March 3, 2014 / 11:26 AM / 4 years ago

Australia agrees to loosen overseas ownership cap on Qantas

SYDNEY, March 3 (Reuters) - The Australian government has agreed to loosen restrictions on foreign ownership of Qantas Airways Ltd that the loss-making national carrier says have put it at a disadvantage versus its main rival in a battle for market share.

Prime Minister Tony Abbott on Monday announced plans for legislation to amend the Qantas Sale Act to remove conditions limiting ownership by a single foreign investor to 25 percent and all airline investors to 35 percent.

An overall cap on foreign ownership of 49 percent will remain under separate legislation, while a request for a government guarantee of Qantas’ debt was turned down.

“I have enormous faith in the ability of Qantas to compete and to flourish, but I think it is best placed to compete and to flourish if it is unshackled and un-propped up by government, I hasten to add,” Abbott told reporters after the cabinet agreed the changes late on Monday.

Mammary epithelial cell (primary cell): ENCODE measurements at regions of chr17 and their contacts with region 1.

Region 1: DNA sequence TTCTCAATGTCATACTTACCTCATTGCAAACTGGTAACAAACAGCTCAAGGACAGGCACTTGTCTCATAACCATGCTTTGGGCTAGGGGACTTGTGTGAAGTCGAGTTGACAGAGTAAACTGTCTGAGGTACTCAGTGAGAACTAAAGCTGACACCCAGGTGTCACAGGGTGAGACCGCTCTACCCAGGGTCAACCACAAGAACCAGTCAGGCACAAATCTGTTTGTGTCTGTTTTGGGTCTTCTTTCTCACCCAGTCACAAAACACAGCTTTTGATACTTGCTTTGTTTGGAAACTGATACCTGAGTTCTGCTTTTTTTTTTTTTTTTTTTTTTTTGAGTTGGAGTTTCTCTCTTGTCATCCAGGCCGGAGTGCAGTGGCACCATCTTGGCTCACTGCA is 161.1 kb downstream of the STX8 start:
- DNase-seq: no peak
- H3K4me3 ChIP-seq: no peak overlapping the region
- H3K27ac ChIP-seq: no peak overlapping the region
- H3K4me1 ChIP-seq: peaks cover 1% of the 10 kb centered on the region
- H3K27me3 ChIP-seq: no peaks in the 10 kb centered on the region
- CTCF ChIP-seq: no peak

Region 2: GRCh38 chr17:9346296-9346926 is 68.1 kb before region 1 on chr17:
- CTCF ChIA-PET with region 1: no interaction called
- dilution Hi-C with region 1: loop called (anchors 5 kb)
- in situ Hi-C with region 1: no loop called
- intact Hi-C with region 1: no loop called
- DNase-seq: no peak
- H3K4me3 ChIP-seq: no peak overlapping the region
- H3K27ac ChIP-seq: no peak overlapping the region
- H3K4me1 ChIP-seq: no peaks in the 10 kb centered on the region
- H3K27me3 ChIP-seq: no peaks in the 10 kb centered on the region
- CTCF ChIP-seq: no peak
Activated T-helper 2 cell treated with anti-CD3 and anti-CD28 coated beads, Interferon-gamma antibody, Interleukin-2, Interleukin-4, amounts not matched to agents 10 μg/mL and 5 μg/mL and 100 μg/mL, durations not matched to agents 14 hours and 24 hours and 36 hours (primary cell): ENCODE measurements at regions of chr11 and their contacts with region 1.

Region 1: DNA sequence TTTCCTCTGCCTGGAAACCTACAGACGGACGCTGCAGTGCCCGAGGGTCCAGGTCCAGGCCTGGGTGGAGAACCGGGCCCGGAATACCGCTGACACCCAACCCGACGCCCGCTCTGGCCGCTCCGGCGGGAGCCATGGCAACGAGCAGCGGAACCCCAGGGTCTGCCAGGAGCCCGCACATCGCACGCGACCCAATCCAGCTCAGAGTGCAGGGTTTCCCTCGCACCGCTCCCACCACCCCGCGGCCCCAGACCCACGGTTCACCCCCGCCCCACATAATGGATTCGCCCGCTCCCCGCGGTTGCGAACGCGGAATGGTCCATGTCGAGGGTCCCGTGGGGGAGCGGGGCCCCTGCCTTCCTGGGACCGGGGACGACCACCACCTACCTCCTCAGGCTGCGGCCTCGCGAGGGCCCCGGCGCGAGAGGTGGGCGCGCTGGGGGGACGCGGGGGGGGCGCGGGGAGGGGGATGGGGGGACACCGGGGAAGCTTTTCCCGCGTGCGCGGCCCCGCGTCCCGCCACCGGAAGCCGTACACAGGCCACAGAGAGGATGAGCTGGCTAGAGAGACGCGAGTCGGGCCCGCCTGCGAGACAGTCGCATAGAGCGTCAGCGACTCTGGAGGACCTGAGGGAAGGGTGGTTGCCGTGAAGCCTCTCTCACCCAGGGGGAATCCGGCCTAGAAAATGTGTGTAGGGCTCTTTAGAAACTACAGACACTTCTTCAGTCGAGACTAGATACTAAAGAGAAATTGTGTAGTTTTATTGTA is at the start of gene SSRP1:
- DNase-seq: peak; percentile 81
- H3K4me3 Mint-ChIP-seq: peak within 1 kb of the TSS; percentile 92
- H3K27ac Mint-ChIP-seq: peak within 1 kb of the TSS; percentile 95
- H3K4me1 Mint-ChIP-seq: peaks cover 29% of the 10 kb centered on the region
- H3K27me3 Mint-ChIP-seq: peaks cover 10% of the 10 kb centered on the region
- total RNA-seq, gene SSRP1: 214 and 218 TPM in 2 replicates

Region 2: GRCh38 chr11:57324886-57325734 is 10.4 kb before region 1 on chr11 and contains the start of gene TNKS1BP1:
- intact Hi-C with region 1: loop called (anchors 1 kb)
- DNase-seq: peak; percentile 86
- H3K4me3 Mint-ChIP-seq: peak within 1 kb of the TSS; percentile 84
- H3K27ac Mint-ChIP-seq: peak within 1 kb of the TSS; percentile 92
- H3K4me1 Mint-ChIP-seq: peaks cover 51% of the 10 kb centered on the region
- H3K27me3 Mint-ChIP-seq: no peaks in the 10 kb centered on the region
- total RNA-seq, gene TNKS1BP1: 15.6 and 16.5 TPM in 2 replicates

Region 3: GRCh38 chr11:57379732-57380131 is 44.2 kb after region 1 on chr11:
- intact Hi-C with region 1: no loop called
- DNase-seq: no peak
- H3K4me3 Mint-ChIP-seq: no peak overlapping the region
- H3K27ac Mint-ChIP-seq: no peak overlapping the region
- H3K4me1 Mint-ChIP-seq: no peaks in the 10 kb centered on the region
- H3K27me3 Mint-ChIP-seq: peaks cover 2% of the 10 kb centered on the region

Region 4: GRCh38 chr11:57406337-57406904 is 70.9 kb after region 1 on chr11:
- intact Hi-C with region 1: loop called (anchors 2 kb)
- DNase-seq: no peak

Both Qantas and its main domestic rival Virgin Australia Holdings Ltd have been racking up big losses as they fight for market share in Australia and struggle to cope with high fuel prices.

Qantas last week said it was cutting 5,000 jobs as it posted an underlying loss before tax of A$252 million ($226 million) for the six months ended Dec. 31, while Virgin made a pretax loss of A$49.7 million over the same period.

Although officially a domestic airline, Virgin Australia is nearly two-thirds owned by non-Australian carriers - Etihad, Singapore Airlines and Air New Zealand - whose investments have provided funds for growth.

The deal will still need parliamentary approval, which is not guaranteed given scepticism voiced by opposition and independent members of the Senate upper house.

In addition to the ownership restrictions, the section of the act the government wants to remove includes requirements that the airline is headquartered and have its main operations, maintenance and administration in Australia, raising the prospect of some of those functions being moved offshore. (Editing by David Holmes)

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